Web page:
I can’t help but to see the beauty and power in such a pre-fast preparation. When we face each other and ask for forgiveness, we will be facing the ultimate icons. The ones God made in his image and likeness. Even for those who have not directly said, done, or thought harm to one another; all are admitting their human problem of sin and seek forgiveness from Christ and each other. I am scared because I know of my own sinfulness. I am intimidated also because I am unworthy to have someone who I just met ask me to forgive them.
Yet, I believe I need to go forward with preparing for and observing Great Lent. I can’t help but to think that there is something very special at the end of this journey at Pascha. Not bragging rights. No, boasting is not the goal here. One of the saints said that if you fast only to boast of your own righteousness, you may as well eat meat. This journey will probably not mean that I will leave my role as Pastor of Trinity Baptist Church. There is a bit more work I need to do in my community and I have a mortgage to pay. Besides, I have not yet been on this Orthodox journey for a full year. Many converts don’t take the plunge until two or three years. Fr. James has told me that the church will be here when I am ready.
Yet and still, there is bound to be something special at the end of this journey of Great Lent. Just like pledging my fraternity and doing my first overnight backpack trip alone on the Appalachian Trail go through this process, I will only kick myself for not having the nerve to do it. Any time a spiritual journey brings us to a point of absolute humility with Forgiveness Vespers, the end must be an incredible celebration of the soul.
I imagine this will not be easy. Easter Sunday, my father will have baby back ribs coming out of the smoker fully infused with apple wood or hickory. Tofu will not be able to compare to that. Knowing that I will have no excuse for not, at least, calling someone who is ill and homebound other than my wife will be a challenge as well. I admit, my pastoral care could be better. Although my prayer life has grown by leaps and bounds since joining the St. Philip’s Prayer Discipline, it isn’t as tight as it could be. I will have to read and study when I want to waste time with mahjong and You Tube. Nope, this isn’t like my good old, “do it yourself” fast when I could just give up caviar, champagne, filet minion, and lobster.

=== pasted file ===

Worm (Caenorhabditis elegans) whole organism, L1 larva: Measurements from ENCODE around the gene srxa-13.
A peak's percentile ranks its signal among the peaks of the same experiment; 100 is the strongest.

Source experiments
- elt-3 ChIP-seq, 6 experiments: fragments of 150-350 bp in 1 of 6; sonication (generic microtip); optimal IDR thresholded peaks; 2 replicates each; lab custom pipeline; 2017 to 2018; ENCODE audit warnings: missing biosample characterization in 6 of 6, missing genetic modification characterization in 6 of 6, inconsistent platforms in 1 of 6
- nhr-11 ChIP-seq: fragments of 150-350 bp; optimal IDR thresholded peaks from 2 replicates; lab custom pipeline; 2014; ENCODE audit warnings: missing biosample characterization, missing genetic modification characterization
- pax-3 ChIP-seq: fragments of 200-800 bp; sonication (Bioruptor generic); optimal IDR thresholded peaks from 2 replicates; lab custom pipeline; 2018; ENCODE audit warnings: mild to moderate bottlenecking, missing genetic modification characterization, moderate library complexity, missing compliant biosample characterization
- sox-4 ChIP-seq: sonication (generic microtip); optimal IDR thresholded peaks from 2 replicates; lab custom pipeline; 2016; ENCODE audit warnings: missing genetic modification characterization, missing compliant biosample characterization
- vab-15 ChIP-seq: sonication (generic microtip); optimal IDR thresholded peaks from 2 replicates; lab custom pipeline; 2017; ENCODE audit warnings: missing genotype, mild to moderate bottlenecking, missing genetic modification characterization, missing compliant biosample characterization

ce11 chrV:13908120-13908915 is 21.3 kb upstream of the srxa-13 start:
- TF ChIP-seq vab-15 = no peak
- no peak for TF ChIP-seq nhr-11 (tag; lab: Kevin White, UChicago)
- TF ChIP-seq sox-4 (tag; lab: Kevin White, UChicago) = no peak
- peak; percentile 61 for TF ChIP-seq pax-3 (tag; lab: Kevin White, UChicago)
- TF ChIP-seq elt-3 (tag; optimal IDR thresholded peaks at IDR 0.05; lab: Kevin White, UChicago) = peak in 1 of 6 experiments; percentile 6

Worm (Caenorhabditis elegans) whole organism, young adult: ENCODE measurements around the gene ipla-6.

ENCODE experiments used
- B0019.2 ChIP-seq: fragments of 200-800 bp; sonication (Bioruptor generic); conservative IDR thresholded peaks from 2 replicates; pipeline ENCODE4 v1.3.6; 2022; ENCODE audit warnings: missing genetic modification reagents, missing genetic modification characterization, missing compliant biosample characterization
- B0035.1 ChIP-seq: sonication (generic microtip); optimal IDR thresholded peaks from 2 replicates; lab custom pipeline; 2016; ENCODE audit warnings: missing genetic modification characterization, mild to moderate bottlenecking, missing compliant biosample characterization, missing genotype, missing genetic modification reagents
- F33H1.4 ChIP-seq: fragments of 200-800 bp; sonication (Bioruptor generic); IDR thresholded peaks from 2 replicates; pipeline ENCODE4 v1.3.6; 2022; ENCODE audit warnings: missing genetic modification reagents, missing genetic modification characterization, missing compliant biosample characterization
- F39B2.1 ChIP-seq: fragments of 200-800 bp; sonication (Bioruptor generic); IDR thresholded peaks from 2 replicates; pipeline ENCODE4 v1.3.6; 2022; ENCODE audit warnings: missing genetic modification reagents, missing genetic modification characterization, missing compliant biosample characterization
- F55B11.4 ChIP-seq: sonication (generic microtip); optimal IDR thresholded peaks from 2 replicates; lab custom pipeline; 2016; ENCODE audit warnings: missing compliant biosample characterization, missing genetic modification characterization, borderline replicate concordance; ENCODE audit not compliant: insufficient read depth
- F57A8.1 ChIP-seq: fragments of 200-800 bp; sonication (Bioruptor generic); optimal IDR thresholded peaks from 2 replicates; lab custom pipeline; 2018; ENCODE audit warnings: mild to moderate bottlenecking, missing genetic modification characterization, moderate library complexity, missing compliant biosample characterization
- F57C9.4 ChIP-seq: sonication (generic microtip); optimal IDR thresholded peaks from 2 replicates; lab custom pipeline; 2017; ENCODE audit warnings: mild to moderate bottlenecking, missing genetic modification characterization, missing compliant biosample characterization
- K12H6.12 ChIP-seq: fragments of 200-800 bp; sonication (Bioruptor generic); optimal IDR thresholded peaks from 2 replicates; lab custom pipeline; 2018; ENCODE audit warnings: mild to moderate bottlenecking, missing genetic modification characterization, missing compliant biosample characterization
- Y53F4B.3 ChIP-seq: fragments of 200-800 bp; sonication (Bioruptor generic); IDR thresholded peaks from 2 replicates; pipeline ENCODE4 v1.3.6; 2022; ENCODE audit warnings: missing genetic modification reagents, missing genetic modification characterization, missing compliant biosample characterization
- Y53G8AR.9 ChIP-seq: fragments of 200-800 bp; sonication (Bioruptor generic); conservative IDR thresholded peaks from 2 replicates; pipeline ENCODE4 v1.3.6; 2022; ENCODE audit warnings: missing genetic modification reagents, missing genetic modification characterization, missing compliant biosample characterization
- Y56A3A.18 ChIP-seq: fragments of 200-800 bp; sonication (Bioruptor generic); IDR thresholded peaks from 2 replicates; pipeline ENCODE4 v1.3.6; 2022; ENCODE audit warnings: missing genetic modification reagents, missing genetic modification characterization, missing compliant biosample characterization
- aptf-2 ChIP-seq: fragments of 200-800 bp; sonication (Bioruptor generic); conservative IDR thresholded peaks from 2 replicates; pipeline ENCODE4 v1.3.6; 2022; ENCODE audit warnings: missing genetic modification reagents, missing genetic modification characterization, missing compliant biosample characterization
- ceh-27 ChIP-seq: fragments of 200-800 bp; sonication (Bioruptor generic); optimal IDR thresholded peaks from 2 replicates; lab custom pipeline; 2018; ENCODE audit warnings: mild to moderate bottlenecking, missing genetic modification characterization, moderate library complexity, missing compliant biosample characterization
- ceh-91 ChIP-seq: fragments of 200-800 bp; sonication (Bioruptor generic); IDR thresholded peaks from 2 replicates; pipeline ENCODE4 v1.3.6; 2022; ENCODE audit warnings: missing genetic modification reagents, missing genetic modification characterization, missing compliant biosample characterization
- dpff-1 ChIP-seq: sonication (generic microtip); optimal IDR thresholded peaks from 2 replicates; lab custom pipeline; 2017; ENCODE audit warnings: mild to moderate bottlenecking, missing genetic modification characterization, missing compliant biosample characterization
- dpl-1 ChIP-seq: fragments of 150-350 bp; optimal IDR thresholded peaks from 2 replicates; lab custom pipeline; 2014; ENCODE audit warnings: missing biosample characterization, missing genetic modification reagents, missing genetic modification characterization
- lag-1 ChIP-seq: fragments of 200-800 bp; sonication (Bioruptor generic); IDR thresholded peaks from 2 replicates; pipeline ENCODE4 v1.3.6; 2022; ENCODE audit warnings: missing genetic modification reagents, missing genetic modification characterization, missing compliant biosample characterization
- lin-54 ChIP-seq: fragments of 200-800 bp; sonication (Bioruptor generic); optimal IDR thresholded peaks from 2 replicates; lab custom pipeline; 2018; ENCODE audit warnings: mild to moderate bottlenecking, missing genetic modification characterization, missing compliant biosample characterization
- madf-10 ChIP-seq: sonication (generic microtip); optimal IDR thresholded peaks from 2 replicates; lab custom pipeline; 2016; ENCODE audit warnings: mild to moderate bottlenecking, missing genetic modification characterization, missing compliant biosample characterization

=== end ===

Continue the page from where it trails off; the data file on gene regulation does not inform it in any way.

But, I remember the way I felt when my Dean of Pledges declared, “You Are Now Brothers” and was presented with the letters “Alpha Phi Alpha.” I remember the way I felt when I reached the intersection of the Old Hotel Trail and the AT at the Hog Camp Gap parking lot where I resolved to go through with a journey that I could have easily chickened out of (especially seeing the bear on the side of the road). In both cases, it wasn’t just a feeling. I had a unique change of perspective. The change I am about to go through will be more profound.
Question: Why does Christianity have such a bad name today?
Archbishop Puhalo: The hypocrisy and bigotry of Christians. The hypocrisy and bigotry we have is, first of all, to think that we have a special righteousness or holiness as Christians automatically simply because we are Christians without any real sincere work to transform our hearts and to transform our inner persons, to transform our being so that we come into accord with the moral imperatives of Jesus Christ rather than the moral laws that people have super-imposed on Christ.
From the documentary, “A Pilgrim’s Way” (0:32-1:10)
How sincere is the work we do to “transform our being?” Do we simply look forward to baby Jesus on Christmas and observe the resurrection on Easter Sunday? Or, does the Christian calendar have other special observances and practices to help guide us in our pursuit of God? The Apostle Paul taught that whether or not we observe particular days of worship is a matter of conscience and faith. We Baptist observe the well-known holidays of Christmas and Holy Week. Other than that, we feel the individual believer should be led by the Holy Spirit daily and that calendar observances are not required of anyone.
As an avid hiker, I know the value of a good guide and well-marked trail. Sure, GPS coordinates accurately give starting and destination points. But, most units don’t include maps. Maps point out scenic views, switchbacks, stream crossings, and other features on the trail. Well written guides give info about wildlife, seasonal conditions, photos, and advice from those who have hiked the trail before. Trail markers let you know that you are still on the right path. Some indicate distance and if there are any other paths nearby. Combine the guide and markers and the hiker has a better sense of where he is, what to expect, how to deal with it, and is better prepared to handle the unexpected.